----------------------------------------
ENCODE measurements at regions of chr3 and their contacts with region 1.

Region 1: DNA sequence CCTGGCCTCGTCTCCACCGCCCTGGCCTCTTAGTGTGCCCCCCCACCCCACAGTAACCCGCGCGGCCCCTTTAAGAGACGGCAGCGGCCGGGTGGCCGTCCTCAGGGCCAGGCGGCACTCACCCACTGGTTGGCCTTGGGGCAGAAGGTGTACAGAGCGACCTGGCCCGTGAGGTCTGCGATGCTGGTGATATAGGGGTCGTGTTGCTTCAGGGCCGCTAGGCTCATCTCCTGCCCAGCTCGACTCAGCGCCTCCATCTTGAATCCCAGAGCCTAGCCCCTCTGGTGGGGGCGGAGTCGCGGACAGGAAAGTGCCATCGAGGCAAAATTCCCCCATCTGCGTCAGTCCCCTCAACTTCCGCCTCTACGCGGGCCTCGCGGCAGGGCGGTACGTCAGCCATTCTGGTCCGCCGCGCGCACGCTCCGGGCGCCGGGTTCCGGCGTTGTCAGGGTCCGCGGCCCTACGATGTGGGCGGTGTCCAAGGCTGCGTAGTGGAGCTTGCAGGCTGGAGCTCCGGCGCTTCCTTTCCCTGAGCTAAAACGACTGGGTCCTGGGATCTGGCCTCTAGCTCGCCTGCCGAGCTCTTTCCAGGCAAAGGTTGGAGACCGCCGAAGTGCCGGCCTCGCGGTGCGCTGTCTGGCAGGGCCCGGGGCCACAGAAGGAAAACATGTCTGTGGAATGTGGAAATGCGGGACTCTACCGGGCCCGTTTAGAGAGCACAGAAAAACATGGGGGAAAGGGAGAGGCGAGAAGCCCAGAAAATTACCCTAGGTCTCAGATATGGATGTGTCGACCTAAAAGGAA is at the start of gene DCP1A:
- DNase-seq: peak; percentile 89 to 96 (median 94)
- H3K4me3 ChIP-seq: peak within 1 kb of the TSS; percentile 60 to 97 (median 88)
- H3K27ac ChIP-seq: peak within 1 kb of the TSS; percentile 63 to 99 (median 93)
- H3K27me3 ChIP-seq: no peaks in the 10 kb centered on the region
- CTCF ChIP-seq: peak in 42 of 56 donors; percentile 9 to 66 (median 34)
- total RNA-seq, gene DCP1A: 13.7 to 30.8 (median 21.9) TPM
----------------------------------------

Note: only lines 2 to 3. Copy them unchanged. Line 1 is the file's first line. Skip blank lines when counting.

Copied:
Region 1: DNA sequence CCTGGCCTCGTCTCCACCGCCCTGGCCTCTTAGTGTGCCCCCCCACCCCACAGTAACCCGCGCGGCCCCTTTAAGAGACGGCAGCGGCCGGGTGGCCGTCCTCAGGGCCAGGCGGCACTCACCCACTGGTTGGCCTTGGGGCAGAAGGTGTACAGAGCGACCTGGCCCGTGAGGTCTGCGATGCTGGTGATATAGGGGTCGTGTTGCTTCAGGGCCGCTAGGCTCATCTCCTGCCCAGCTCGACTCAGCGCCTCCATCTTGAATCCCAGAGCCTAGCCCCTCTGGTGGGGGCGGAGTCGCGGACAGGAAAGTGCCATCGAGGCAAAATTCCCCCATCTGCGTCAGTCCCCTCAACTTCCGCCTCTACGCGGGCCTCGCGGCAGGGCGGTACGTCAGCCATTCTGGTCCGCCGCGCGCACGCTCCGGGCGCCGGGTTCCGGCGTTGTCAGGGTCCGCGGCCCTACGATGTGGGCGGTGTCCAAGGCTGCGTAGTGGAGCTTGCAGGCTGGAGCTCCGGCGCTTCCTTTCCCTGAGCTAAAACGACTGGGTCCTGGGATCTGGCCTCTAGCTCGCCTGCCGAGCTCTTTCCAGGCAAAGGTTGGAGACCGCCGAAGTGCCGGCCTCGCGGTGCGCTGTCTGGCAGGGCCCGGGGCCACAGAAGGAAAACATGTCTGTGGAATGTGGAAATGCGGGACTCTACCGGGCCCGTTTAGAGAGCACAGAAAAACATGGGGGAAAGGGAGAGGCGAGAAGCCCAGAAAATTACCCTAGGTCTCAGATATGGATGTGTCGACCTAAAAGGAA is at the start of gene DCP1A:
- DNase-seq: peak; percentile 89 to 96 (median 94)